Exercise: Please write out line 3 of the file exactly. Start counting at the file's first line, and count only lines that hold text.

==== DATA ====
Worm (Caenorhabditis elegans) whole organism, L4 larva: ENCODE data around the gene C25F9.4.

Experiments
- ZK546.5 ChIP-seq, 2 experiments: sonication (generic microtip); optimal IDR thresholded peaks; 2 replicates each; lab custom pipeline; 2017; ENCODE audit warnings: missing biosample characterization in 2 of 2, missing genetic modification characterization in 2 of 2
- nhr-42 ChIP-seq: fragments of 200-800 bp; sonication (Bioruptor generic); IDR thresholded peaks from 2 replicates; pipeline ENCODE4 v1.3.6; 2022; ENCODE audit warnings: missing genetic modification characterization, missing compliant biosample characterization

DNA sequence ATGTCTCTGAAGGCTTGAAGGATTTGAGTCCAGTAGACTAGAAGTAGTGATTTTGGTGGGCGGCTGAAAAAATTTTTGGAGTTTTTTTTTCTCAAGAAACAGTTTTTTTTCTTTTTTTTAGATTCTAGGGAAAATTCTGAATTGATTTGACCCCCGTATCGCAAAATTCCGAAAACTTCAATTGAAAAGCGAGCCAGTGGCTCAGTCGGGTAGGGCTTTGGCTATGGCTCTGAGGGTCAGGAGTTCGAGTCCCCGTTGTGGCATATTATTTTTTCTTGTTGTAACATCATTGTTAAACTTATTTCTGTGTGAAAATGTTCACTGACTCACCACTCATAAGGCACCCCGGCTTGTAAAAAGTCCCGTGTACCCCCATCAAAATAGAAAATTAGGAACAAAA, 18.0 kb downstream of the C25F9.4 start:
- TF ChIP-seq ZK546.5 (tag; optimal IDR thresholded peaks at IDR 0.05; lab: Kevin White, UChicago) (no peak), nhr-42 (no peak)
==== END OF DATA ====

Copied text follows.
- ZK546.5 ChIP-seq, 2 experiments: sonication (generic microtip); optimal IDR thresholded peaks; 2 replicates each; lab custom pipeline; 2017; ENCODE audit warnings: missing biosample characterization in 2 of 2, missing genetic modification characterization in 2 of 2